VIDEO: The 59 black and white photographs were not taken by German photoreporters from a propaganda company but by a regular soldier, although which unit he served with and what specifically he was doing in Warsaw remains a mystery.
Warsaw’s delightful little ul. Samborska (Samborska Street) is 22 metres long, 2.7 metres wide and doesn’t have a single building registered on it. It was not until 2010, almost half a century after it disappeared from the map that its street status was restored and a plaque erected in its honour.
It was in April that I last wrote about Lublin, but penned as my column was during the lockdown, it was an ode based on memory rather than anything more recent.
Situated just a stone’s throw from Warsaw’s Royal Castle and Zygmunt Column, the extensive renovation of the now neglected late-baroque residences is hoped to restore more of Warsaw’s cultural heritage, 80 percent of which was wiped out during WWII.
Seen as an integral part of the historic centre, the signs used by traders and craftsmen to stand out from the competition constitute a collection of ornamental metalwork that is widely considered to be unique on such a scale in Poland.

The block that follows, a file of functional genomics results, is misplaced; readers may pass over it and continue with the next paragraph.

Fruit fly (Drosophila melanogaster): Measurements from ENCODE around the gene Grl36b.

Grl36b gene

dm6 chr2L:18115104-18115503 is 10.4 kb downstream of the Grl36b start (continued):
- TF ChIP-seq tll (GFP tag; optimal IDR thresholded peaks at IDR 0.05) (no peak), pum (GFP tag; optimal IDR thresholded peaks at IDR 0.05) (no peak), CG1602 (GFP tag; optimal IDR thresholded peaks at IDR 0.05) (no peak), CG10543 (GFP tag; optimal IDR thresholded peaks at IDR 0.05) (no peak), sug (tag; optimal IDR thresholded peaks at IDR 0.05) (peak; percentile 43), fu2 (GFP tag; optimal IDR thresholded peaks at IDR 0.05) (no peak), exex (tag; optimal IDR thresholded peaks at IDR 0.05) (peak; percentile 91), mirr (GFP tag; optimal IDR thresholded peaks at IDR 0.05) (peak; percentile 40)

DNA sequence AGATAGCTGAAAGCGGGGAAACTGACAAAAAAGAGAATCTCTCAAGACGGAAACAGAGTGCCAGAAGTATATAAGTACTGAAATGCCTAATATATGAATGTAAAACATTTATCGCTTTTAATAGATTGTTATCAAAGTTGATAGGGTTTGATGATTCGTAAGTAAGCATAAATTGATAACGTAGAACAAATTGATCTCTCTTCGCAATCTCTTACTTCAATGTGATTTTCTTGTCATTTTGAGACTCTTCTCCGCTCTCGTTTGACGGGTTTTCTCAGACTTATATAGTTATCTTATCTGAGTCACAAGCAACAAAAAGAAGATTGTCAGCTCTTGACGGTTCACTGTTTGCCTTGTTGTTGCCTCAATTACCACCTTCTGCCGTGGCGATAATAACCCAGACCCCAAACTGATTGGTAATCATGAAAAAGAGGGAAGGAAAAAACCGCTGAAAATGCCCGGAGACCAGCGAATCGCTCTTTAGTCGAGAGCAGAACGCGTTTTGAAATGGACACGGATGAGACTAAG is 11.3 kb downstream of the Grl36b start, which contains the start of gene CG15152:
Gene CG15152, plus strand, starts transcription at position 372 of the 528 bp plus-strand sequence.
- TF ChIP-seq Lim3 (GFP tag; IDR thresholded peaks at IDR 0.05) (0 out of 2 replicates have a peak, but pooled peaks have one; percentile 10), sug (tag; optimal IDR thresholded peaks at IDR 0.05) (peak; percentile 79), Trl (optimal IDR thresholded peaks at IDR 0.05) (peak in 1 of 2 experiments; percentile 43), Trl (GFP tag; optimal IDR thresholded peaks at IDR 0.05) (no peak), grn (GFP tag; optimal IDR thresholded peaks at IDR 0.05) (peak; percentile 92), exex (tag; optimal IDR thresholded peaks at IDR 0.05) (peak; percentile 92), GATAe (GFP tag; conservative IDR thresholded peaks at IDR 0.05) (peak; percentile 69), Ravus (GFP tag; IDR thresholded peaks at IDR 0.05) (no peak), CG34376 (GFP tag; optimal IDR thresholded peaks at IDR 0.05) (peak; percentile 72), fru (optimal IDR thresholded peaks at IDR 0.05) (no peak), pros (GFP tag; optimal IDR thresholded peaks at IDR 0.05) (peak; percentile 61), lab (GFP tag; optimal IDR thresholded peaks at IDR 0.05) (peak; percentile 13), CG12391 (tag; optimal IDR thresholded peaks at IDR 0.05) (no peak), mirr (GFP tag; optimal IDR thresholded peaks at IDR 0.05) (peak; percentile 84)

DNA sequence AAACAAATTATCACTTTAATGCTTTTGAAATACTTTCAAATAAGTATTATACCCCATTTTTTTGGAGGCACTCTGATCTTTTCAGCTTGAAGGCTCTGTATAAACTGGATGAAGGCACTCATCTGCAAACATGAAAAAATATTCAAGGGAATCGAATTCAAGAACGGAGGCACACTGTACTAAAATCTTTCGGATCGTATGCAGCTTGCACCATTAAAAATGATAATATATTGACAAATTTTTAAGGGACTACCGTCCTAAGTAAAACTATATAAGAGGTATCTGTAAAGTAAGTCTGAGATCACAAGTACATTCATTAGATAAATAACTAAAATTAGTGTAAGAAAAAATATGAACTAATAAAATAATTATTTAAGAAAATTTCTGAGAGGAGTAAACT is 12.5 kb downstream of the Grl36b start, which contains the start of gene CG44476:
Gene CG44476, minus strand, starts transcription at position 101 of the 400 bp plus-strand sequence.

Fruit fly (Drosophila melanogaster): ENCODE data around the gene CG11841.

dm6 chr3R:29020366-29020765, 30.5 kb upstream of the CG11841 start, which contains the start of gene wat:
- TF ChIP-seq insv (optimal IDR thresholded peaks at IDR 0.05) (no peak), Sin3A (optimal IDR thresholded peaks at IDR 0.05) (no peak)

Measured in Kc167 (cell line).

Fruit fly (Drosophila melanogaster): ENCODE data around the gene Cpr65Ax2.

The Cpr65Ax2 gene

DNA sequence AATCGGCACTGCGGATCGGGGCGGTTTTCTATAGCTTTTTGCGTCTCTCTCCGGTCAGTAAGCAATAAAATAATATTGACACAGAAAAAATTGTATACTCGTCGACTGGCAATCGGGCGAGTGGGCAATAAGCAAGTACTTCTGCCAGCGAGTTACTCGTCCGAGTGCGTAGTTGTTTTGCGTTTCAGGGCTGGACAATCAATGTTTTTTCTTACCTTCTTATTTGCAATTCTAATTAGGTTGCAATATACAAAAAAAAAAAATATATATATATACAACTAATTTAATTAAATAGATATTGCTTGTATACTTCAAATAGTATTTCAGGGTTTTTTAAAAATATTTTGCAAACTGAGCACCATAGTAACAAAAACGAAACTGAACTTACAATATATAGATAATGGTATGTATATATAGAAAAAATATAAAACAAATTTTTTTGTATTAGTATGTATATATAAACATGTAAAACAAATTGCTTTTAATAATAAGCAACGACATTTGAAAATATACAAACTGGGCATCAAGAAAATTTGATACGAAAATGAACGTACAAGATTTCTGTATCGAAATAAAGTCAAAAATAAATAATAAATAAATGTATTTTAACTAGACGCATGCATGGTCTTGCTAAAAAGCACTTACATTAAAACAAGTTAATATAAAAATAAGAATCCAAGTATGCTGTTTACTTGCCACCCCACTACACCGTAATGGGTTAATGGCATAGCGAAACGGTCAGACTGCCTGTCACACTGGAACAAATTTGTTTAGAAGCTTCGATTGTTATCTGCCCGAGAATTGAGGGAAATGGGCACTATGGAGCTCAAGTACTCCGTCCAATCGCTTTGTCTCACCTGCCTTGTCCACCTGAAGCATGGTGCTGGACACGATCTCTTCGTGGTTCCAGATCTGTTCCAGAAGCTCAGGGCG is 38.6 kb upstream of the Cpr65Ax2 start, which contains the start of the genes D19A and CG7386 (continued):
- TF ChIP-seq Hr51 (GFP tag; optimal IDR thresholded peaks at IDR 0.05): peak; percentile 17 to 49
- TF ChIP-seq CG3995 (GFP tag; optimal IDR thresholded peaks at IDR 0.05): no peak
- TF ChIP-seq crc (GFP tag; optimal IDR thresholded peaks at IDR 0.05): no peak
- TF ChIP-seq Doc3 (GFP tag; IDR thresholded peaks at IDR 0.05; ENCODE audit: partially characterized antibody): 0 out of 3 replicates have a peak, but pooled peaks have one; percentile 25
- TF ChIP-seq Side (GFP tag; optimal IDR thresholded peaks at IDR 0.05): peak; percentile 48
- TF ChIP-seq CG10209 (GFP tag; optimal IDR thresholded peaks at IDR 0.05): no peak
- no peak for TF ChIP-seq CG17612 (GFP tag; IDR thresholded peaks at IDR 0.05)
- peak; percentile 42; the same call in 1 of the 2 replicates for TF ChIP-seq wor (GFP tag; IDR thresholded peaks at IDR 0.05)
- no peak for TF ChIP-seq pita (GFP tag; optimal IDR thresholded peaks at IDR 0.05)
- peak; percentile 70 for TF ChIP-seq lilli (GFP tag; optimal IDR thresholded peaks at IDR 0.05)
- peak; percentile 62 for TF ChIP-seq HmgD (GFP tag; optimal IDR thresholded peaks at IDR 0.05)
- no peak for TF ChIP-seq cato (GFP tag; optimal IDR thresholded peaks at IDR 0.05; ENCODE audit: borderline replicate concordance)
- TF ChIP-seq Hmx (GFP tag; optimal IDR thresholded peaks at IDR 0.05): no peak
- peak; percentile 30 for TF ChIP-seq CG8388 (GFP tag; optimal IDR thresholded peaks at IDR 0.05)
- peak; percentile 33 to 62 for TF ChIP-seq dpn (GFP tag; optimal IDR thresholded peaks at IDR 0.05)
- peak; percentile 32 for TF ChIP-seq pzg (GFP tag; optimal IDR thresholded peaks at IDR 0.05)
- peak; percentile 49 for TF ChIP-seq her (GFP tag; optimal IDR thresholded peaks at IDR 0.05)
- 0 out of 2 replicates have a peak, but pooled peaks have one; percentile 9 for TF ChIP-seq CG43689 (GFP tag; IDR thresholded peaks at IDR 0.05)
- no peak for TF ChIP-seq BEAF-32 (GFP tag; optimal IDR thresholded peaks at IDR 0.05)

The work of Canadian artist Timothy Schmalz, the idea to put the bronze statue outside the Capuchin Monastery in the city’s Old Town, was reportedly hatched three years ago in recognition of the Order’s assistance to the homeless and people in need.
The modest size of Sandomierz makes it extremely digestible, and having ticked off the Rynek its natural to find yourself ambling to a castle which, after the correct amount of hallucinogens, could easily be mistaken for a miniature Wawel.
Whether it be lavish tented luxury, historic old towns, moody eccentric palaces, wild untamed forests or cool seaside vibes, Poland has them all.
The recent announcement by the district of Praga-Północ on the other side of the Vistula River, is a call for tenders for the creation of a visualisation of a modern cable car complex leading from Park Praski.
Bristling with security cameras and surrounded by a solid steel and marble fence with barbed wire, Sobieskiego 100 is just one of several buildings that is occupied by Russia following agreements signed between the People's Republic of Poland and the Soviet Union in the 1970s.